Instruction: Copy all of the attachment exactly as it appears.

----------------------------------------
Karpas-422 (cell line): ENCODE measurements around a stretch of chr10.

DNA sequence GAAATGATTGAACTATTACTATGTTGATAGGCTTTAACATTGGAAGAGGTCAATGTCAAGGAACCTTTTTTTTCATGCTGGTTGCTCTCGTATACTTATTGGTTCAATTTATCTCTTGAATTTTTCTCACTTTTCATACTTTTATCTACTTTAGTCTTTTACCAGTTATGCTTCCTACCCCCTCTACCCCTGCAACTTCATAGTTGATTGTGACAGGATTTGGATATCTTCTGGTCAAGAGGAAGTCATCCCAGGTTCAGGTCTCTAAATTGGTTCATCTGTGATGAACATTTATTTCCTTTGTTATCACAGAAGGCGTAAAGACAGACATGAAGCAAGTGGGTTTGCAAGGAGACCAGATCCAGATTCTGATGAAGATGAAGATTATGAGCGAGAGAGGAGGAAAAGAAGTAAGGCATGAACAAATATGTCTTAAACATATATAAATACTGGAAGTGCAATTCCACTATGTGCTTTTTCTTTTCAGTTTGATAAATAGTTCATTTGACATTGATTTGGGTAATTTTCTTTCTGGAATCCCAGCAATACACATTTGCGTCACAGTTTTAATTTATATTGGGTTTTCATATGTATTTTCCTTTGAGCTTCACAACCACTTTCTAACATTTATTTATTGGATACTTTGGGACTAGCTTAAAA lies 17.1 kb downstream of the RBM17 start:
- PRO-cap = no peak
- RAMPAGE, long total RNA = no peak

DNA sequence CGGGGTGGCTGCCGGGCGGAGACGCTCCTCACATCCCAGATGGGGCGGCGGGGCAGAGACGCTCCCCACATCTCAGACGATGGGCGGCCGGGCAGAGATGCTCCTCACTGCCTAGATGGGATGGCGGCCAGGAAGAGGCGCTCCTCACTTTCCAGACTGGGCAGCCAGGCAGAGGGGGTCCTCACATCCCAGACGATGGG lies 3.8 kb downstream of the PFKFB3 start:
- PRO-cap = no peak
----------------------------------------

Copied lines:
Karpas-422 (cell line): ENCODE measurements around a stretch of chr10.

DNA sequence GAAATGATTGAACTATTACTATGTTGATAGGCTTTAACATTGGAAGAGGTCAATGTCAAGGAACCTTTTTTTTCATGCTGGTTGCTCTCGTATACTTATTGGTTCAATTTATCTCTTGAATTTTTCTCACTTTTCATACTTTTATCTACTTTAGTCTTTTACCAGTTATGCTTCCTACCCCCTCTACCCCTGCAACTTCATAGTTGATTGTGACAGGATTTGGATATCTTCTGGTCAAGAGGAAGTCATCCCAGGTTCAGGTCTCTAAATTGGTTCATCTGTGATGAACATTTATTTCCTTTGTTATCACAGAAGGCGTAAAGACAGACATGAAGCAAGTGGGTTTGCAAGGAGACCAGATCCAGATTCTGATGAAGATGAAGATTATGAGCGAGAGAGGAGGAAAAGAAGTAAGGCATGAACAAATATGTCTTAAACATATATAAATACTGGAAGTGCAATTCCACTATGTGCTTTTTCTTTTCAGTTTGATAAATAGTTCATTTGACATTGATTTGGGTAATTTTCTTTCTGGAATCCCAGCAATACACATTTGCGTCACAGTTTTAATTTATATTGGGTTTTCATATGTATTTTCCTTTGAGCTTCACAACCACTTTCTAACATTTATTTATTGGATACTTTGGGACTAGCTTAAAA lies 17.1 kb downstream of the RBM17 start:
- PRO-cap = no peak
- RAMPAGE, long total RNA = no peak

DNA sequence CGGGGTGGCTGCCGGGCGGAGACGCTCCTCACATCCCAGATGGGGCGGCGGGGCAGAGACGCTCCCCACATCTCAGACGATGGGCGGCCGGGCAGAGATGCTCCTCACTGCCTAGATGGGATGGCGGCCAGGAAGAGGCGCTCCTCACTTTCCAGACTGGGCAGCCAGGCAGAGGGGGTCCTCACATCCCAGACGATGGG lies 3.8 kb downstream of the PFKFB3 start:
- PRO-cap = no peak